Time for another instalment of my French flavours series. I realise I have only got to ‘E’ and we’ll never get to the end at this rate, so this week I’ll do ‘F’ as well and you get two for the price of one. Both dishes are traditional recipes from Aveyron dating back centuries. You learn a lot about history and culture just by studying what people eat.
E is for Estofinado
Estofinado is a popular dish in Aveyron, although I have to say it’s not the first thing I would choose from a menu. It’s made of stockfish (dried salt cod, or haddock in some cases), which is reconstituted in water, flaked and mixed with mashed potato, hard-boiled egg and a lot of garlic. The ingredients are not dissimilar to those of the Provençal dish, brandade de morue, but that is blended to a purée.
Estofinado’s origins go back a long way, when flat-bottomed barges plied the River Lot, whose upper reaches run through Aveyron. The barges transported coal, wood and cheeses down to Bordeaux and fish and other goods back up. Since the journey upstream could take some time, it was no good bringing back fresh fish, hence the dried variety.
Christian Signol, who has written many novels about the region, published a three-volume saga about a family of bateliers (barge boatmen), La Rivière Espérance. His trilogy is based on the River Dordogne, but the way of life was similar on the Lot. The coming of the railway spelled the end of this ancient line of work.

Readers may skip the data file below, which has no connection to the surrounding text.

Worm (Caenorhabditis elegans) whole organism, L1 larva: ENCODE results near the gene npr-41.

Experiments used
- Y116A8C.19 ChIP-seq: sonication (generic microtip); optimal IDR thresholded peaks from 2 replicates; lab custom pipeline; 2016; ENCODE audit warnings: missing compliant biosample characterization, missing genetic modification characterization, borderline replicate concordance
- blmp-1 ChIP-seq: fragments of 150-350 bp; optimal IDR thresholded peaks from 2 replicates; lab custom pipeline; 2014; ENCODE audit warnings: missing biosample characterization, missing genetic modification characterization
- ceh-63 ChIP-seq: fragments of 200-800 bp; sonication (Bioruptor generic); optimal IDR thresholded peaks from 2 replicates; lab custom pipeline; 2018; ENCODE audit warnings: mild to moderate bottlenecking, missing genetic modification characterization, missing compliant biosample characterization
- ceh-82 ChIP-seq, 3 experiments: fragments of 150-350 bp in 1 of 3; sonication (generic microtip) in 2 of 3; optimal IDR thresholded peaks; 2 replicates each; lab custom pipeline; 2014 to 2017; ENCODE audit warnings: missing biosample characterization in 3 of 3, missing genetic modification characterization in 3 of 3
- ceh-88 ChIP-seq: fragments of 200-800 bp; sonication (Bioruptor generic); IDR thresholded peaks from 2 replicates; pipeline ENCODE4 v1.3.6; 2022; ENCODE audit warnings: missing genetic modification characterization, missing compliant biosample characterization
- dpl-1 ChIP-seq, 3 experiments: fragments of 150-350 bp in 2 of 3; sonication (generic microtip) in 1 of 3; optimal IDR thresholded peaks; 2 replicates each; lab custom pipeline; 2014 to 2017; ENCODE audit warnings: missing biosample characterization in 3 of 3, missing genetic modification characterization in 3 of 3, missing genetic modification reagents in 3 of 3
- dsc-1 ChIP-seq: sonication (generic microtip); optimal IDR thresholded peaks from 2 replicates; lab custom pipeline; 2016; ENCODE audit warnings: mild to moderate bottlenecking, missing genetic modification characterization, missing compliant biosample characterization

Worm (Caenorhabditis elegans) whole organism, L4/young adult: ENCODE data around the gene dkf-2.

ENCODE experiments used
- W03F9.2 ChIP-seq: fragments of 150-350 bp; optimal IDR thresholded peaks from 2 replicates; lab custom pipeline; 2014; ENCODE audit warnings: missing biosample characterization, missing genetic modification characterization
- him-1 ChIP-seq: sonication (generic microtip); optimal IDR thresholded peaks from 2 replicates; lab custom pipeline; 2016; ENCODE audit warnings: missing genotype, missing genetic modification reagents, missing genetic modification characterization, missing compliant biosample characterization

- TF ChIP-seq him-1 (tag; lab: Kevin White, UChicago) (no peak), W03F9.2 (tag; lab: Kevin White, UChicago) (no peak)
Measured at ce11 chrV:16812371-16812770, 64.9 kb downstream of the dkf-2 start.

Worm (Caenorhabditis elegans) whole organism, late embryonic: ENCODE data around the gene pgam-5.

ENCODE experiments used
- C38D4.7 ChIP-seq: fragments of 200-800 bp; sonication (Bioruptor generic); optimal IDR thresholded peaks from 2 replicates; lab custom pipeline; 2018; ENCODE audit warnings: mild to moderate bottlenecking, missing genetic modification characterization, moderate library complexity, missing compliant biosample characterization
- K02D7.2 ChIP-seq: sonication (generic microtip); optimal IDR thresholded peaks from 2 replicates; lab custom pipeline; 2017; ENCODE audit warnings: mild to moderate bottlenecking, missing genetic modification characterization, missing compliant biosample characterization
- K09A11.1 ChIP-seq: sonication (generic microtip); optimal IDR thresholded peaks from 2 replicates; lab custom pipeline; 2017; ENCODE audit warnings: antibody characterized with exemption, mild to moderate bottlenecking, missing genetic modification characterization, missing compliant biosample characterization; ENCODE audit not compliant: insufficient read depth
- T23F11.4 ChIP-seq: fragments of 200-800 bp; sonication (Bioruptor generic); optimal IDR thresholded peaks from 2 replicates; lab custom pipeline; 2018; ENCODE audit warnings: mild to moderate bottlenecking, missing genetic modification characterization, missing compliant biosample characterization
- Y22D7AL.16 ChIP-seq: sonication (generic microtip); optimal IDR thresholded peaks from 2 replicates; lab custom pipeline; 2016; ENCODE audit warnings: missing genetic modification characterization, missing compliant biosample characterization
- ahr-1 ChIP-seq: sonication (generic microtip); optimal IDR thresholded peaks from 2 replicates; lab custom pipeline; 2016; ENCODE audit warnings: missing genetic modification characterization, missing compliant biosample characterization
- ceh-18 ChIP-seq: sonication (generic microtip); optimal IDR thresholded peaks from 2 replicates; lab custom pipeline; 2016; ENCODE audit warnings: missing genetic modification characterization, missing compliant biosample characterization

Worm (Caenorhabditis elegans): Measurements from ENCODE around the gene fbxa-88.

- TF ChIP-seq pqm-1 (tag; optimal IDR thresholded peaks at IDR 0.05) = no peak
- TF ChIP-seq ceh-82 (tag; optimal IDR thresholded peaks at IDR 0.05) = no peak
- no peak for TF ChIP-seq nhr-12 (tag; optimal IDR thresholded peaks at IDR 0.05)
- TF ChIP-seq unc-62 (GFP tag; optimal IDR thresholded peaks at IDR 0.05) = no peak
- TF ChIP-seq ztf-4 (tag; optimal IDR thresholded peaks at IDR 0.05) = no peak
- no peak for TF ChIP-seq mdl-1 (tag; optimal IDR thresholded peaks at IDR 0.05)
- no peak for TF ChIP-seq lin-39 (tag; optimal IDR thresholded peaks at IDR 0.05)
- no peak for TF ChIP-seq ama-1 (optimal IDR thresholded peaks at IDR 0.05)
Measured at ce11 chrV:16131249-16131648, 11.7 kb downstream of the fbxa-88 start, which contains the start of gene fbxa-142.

I won’t give the recipe here. You can find a good one on this site.
F is for les Farçous
Unlike estofinado, you don’t often find les farçous on a restaurant menu. I came across this speciality of central Aveyron only when someone offered me one during a picnic. What are they? A kind of fritter, of which the main ingredients are Swiss chard and sausage meat. They are absolutely delicious, can be eaten hot or cold and are the ultimate on-the-hoof food.
The origin of the word is the Occitan fars (farce in French), i.e. stuffing.
I like to think of the 13th-century workmen who built the massive Collégiale (cathedral) in Villefranche-de-Rouergue snacking on les farçous when they took a break. Or pilgrims walking le chemin de Saint-Jacques de Compostelle. This tasty and sustaining snack is easy to transport without spoiling it and is the business when you’ve been hefting around blocks of stone or tramping along for hours in the rain.
The exact recipe is a matter of some controversy, as these things often are in France. Some people use breadcrumbs, others say it shouldn’t contain meat. I don’t think it matters. The recipe below is the meat version (les farçous gras), but vegetarians could just omit it and it’s just as good without it (les farçous maigres). In that case, you might want to add breadcrumbs, or bread soaked in milk, to bulk them out a bit.
If you don’t want to make les farçous yourself, you’ll find them on market stalls or in butchers’ shops.
5-6 Swiss chard leaves, spine removed
100 g sausage meat
1 garlic clove
Handful of chopped parsley
2 level tablespoons flour
20 cl milk to moisten the mixture
Salt and pepper to taste
Chop finely the chard, sausage meat, onion, garlic and parsley and mix together. Mix the eggs, flour and milk to a thick batter and add the chard and sausage meat mixture. Shape into flat patties and fry in batches in hot olive oil. Serve hot or cold.
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